Largest Bubble Burst in History
- By Nouriel Roubini
- Oct. 16 2008 00:00
A generalized run on the banking system has been a source of fear for the first time in seven decades, while the shadow banking system -- broker-dealers, nonbank mortgage lenders, structured investment vehicles and conduits, hedge funds, money market funds, and private equity firms -- is at risk of a run on their short-term liabilities.
On the real economic side, all the advanced economies -- representing 55 percent of global gross domestic product -- entered a recession even before the massive financial shocks that started in late summer. So we now have a recession, a severe financial crisis and a severe banking crisis in the advanced economies.
Emerging markets were initially tied to this distress only when foreign investors began pulling out their money. Then panic spread to credit markets, money markets and currency markets, highlighting the vulnerabilities of many developing countries' financial systems and corporate sectors, which had experienced credit booms and had borrowed short and in foreign currencies. Countries with large current-account deficits or large fiscal deficits and with large short-term foreign currency liabilities have been the most fragile. But even the better-performing ones -- like Brazil, Russia, India and China -- are now at risk of a hard landing. Many emerging markets are now at risk of a severe financial crisis.
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The delusion that economic contraction in the United States and other advanced economies would be short and shallow -- a V-shaped six-month recession has been replaced by certainty that this will be a long and protracted U-shaped recession, possibly lasting at least two years in the United States and close to two years in most of the rest of the world. And, given the rising risk of a global systemic financial meltdown, the prospect of a decade-long L-shaped recession -- like the one experienced by Japan after the collapse of its real estate and equity bubble -- cannot be ruled out.
Indeed, the growing disconnect between increasingly aggressive policy actions and strains in the financial market is scary. When Bear Stearns' creditors were bailed out to the tune of $30 billion in March, the rally in equity, money, and credit markets lasted eight weeks. When the U.S. Treasury announced a bailout of mortgage giants Fannie Mae and Freddie Mac in July, the rally lasted just four weeks. When the $200 billion rescue of these firms was undertaken and their $6 trillion in liabilities taken over by the U.S. government, the rally lasted one day.
Until the recent U.S. and European measures were announced, there were no rallies at all. When AIG was bailed out to for $85 billion, the market fell 5 percent. Then, when the $700 billion U.S. rescue package was approved, markets fell another 7 percent in two days. As authorities in the United States and abroad took ever more radical policy steps from Oct. 6 to Oct. 9, stock, credit and money markets fell further, day after day.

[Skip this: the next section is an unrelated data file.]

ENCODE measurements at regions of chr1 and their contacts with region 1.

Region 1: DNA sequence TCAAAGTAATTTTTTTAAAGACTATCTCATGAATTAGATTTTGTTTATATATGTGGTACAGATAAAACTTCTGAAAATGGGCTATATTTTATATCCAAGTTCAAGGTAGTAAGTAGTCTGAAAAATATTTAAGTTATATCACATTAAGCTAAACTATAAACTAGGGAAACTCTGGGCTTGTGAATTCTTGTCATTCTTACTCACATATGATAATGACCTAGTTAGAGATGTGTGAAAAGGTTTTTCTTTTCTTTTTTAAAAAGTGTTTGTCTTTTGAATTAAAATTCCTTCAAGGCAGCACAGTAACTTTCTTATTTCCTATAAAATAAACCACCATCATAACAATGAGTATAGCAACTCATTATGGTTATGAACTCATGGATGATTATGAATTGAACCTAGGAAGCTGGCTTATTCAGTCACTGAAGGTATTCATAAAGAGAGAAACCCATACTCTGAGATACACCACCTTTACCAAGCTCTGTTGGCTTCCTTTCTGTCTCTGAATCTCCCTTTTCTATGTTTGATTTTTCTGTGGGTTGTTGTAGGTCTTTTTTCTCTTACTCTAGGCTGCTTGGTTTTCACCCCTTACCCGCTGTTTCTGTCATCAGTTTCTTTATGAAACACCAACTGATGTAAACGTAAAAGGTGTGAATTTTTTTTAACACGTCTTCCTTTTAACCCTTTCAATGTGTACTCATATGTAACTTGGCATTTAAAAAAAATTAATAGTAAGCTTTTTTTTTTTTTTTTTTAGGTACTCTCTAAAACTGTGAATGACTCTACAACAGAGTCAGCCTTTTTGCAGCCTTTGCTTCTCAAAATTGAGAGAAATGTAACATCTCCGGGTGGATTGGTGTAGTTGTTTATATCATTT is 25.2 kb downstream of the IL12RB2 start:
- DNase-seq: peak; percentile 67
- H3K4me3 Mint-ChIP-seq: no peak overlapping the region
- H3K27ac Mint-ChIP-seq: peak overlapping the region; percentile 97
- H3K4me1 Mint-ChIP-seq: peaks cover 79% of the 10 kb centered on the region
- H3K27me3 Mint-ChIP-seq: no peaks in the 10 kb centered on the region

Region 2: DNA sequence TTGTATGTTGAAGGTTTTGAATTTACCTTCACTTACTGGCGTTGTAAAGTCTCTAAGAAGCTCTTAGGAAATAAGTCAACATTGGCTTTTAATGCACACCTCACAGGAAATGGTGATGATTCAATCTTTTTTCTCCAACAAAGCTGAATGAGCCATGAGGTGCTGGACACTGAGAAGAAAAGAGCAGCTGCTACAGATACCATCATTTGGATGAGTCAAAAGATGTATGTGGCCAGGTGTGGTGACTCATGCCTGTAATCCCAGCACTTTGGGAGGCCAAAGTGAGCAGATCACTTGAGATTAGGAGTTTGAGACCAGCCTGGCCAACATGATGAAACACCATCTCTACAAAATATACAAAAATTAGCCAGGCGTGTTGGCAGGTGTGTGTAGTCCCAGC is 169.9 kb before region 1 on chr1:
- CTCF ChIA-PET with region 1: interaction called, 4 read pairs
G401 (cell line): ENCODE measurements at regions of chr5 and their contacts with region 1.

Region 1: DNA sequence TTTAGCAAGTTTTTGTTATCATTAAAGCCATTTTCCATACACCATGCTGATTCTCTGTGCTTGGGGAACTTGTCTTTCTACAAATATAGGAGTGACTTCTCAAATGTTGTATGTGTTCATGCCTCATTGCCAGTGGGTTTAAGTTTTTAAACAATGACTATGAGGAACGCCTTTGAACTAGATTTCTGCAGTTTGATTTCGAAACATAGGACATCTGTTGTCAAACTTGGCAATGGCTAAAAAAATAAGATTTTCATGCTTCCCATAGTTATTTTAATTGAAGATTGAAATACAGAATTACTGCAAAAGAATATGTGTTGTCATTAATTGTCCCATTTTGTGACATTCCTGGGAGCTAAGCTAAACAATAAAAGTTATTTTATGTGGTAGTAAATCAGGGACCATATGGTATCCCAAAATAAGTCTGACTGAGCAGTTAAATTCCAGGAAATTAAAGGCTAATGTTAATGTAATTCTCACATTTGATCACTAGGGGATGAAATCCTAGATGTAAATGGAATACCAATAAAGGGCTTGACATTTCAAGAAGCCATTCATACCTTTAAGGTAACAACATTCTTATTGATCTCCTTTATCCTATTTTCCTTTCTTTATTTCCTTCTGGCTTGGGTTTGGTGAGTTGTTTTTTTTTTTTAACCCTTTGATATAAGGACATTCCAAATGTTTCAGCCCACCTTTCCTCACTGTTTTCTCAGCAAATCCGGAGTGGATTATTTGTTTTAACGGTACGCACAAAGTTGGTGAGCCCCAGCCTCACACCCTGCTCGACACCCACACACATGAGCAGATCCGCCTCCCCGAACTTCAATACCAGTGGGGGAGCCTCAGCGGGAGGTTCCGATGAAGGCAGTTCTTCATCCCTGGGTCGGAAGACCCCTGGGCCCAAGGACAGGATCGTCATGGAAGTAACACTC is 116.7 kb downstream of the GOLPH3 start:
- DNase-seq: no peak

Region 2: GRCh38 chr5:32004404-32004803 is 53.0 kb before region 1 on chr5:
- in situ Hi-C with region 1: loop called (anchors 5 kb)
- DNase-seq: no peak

Do the recent measures go far enough? When policy actions don't provide real relief to market participants, you know that you are one step away from a systemic collapse of the financial and corporate sectors. A vicious circle of deleveraging, plummeting asset prices and margin calls is underway.
So we cannot rule out a systemic failure and global depression. As we have seen in recent days, it will take a big change in economic policy and very radical, coordinated action among all advanced and emerging market economies to avoid disaster. This includes:
• another rapid round of interest-rate cuts of at least 150 basis points on average globally;
• a temporary blanket guarantee of all deposits while insolvent financial institutions that must be shut down are distinguished from distressed but solvent institutions that must be partially nationalized and given injections of public capital;
• a rapid reduction of insolvent households' debt burden, preceded by a temporary freeze on all foreclosures;
• massive and unlimited provision of liquidity to solvent financial institutions;
• public provision of credit to the solvent parts of the corporate sector in order to avoid a short-term debt refinancing crisis for solvent but illiquid corporations and small businesses;
• a massive direct government fiscal stimulus that includes public works, infrastructure spending, unemployment benefits, tax rebates to lower-income households and provision of grants to cash-strapped local governments;
• an agreement between creditor countries running current-account surpluses and debtor countries running current-account deficits to maintain an orderly financing of deficits and a recycling of creditors' surpluses to avoid disorderly adjustment of such imbalances.
Anything short of these radical and coordinated actions may lead to a market crash, a global financial meltdown and worldwide depression. The measures adopted by the United States and Europe are a start. Now they must finish the job.
Nouriel Roubini is professor of economics at the Stern School of Business at New York University and chairman of RGE Monitor.© Project Syndicate